• Every bug I find, I first write a test for it, prove it fails, then implement the feature and see the test pass. Then I do manual testing afterwards just for self gratification as it almost always passes.

I work on a 80s game remake.
My tests can be found in the tests directory.
Example of a in-depth stateless component test.
Example of game logic test.

I haven’t started testing async actions from Meteor.calls or server-side interactions, that will be another stepping stone to TTD (Total Test Domination)!

My method for testing isn’t pure unit test. It started off that way but I found that it was too artificial to test my reducers, actions and mapState/Dispatch separately so what I do is setup a store, dispatch actions until I get the state that I need for the component under question and then test the component. The examples above show this. In practice, it it a bit more integration testing but I’d argue that for a React/Redux app, your store/state/component is one integrated unit and should be tested as such.

To make sure that the actions and reducers work as expected, I test these two together without components so any logic issues in the actions/reducers will be picked up by both component testing and action/reducer testing.

I’d be happy to hear how others are testing their code, whether people prefer end-to-end tests and if anyone actually had the time to look at mine, any suggestions for improvement would be well received! After all, I’ve only been doing this for a month.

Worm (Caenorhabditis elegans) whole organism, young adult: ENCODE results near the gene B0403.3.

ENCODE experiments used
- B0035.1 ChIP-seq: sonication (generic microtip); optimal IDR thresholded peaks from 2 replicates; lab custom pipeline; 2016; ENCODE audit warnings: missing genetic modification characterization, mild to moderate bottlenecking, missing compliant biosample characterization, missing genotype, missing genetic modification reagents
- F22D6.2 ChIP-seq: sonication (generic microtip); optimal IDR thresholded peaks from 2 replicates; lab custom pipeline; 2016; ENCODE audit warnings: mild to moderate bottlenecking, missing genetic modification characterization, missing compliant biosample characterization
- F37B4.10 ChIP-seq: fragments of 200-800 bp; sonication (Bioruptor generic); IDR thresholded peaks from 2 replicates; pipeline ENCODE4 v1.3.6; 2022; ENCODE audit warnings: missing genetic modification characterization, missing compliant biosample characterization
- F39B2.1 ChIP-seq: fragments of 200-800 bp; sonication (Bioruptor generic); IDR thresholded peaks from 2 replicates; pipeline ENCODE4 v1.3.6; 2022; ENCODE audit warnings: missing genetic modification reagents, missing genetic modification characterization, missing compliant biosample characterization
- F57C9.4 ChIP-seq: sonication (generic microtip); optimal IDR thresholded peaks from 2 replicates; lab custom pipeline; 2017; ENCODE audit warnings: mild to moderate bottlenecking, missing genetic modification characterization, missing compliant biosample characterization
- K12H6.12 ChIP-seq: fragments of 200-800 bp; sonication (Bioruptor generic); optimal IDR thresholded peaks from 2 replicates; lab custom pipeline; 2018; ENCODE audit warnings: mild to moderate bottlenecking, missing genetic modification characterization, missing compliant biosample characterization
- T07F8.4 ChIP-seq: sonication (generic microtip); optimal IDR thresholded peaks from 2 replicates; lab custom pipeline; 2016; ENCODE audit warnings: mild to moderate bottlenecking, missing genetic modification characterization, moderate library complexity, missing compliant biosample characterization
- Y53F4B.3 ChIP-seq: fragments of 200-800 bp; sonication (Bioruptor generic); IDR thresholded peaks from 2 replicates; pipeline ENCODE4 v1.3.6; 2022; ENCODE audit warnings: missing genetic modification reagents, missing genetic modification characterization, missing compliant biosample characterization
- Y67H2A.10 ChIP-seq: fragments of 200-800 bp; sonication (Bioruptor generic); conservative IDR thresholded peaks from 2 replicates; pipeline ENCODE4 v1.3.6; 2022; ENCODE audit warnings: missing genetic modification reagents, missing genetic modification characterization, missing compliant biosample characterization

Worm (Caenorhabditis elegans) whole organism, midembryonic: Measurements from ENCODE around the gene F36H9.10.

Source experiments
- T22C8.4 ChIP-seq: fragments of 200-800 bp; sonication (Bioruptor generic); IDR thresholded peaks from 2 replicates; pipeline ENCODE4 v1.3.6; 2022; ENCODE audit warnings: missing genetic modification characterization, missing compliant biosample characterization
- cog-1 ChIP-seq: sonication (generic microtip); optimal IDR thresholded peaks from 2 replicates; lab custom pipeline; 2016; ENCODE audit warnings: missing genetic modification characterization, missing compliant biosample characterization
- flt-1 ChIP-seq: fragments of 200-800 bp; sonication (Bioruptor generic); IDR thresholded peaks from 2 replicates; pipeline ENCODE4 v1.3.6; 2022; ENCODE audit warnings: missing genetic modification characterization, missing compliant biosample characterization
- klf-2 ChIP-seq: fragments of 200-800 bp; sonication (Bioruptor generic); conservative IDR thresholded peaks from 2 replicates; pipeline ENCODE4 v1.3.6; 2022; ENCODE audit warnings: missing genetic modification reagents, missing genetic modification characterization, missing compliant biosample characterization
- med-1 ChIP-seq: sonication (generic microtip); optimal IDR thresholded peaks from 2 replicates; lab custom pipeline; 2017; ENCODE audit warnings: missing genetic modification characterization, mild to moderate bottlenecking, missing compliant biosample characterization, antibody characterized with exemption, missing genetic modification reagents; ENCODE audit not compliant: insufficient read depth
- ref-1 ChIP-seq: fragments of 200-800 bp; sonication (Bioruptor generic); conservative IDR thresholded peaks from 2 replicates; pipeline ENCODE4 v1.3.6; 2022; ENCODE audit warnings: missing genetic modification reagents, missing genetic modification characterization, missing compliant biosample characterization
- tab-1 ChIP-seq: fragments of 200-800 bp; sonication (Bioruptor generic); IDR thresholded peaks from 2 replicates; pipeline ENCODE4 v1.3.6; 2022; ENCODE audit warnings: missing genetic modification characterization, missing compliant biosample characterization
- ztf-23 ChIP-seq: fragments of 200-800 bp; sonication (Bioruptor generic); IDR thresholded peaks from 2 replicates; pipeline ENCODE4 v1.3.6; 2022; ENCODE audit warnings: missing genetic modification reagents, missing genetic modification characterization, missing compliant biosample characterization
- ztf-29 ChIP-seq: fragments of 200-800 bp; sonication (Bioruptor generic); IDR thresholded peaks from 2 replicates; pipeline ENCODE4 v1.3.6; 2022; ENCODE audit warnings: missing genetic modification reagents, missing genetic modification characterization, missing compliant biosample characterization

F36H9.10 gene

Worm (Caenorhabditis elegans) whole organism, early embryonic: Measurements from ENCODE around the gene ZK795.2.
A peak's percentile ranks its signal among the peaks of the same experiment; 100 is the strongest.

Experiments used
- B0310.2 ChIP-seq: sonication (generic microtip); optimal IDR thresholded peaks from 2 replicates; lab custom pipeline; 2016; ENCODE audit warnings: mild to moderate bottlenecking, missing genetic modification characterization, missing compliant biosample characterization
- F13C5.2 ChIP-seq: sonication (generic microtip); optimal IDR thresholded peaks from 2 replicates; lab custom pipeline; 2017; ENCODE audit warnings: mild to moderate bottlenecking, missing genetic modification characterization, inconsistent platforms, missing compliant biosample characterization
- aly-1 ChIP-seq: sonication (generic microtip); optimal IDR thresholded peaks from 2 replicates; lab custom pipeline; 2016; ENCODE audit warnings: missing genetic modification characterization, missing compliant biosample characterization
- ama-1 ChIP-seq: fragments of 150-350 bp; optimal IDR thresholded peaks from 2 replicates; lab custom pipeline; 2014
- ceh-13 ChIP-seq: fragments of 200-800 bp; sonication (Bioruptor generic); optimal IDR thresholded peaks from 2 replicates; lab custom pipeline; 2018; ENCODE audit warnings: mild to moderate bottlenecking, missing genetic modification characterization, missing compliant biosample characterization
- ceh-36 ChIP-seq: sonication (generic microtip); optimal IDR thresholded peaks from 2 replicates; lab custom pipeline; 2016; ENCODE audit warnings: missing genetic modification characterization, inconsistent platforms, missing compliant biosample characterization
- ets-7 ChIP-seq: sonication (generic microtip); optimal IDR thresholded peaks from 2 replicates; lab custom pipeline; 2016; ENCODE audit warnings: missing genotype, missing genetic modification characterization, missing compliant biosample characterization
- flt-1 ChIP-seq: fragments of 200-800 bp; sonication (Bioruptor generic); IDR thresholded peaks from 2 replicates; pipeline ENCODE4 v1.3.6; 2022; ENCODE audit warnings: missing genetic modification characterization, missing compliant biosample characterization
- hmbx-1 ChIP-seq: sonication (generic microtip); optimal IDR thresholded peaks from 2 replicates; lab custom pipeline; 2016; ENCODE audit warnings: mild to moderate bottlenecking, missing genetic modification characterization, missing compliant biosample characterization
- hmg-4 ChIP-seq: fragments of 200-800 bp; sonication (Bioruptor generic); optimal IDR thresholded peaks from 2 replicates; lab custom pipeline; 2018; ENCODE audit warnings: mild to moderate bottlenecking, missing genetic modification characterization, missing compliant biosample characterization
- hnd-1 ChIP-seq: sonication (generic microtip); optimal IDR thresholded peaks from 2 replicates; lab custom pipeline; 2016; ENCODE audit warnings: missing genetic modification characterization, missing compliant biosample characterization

Did you ever check out http://wallabyjs.com/ ? It’s paid, but it’s really really really cool. And also shows (real time) test coverage.

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Another vote for wallaby, such a massive productivity boost !

@gadicc @vjau are you both using wallabyjs or have used it compared to another test runner like karma? I’m tempted to try it out but the two things holding me back right now are:

  1. The main selling point seems to be speed (running changed tests) and pinpointing which tests fail. I only write one test at a time, so it is very clear which ones fail. I also name my suites/test such that it’s pretty clear what’s going on (e.g Suite: <PackComponent>, test: it should not allow packs to be dropped into itself. And currently, with about 90 tests now, they take 0.15 secs to run. So neither points are particularly enticing. Even at 900 tests, if it’s a linear relationship, it’ll be 1.5 secs to run so that’s not a problem for me.